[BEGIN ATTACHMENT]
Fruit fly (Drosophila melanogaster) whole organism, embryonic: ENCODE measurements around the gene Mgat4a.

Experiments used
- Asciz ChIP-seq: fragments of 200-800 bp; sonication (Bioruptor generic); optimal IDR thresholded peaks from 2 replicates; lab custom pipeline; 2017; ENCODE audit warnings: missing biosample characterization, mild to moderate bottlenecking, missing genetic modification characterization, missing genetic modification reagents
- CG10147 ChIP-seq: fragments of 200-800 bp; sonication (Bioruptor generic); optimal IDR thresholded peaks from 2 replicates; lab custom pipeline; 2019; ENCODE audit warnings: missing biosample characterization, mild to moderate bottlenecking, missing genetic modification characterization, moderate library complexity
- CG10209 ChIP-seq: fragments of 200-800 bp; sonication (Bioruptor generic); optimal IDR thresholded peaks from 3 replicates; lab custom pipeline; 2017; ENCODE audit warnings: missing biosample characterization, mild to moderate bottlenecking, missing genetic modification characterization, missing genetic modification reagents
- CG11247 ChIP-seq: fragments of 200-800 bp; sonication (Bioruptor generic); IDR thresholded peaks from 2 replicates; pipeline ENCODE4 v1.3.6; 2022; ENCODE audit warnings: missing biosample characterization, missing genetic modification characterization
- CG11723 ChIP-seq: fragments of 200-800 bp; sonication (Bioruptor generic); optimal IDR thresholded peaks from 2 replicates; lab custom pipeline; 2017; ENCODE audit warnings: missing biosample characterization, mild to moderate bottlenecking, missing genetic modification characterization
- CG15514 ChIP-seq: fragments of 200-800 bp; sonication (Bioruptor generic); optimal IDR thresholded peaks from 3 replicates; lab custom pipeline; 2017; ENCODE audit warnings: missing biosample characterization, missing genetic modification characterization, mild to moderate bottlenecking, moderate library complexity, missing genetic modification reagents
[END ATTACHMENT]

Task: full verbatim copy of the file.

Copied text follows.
Fruit fly (Drosophila melanogaster) whole organism, embryonic: ENCODE measurements around the gene Mgat4a.

Experiments used
- Asciz ChIP-seq: fragments of 200-800 bp; sonication (Bioruptor generic); optimal IDR thresholded peaks from 2 replicates; lab custom pipeline; 2017; ENCODE audit warnings: missing biosample characterization, mild to moderate bottlenecking, missing genetic modification characterization, missing genetic modification reagents
- CG10147 ChIP-seq: fragments of 200-800 bp; sonication (Bioruptor generic); optimal IDR thresholded peaks from 2 replicates; lab custom pipeline; 2019; ENCODE audit warnings: missing biosample characterization, mild to moderate bottlenecking, missing genetic modification characterization, moderate library complexity
- CG10209 ChIP-seq: fragments of 200-800 bp; sonication (Bioruptor generic); optimal IDR thresholded peaks from 3 replicates; lab custom pipeline; 2017; ENCODE audit warnings: missing biosample characterization, mild to moderate bottlenecking, missing genetic modification characterization, missing genetic modification reagents
- CG11247 ChIP-seq: fragments of 200-800 bp; sonication (Bioruptor generic); IDR thresholded peaks from 2 replicates; pipeline ENCODE4 v1.3.6; 2022; ENCODE audit warnings: missing biosample characterization, missing genetic modification characterization
- CG11723 ChIP-seq: fragments of 200-800 bp; sonication (Bioruptor generic); optimal IDR thresholded peaks from 2 replicates; lab custom pipeline; 2017; ENCODE audit warnings: missing biosample characterization, mild to moderate bottlenecking, missing genetic modification characterization
- CG15514 ChIP-seq: fragments of 200-800 bp; sonication (Bioruptor generic); optimal IDR thresholded peaks from 3 replicates; lab custom pipeline; 2017; ENCODE audit warnings: missing biosample characterization, missing genetic modification characterization, mild to moderate bottlenecking, moderate library complexity, missing genetic modification reagents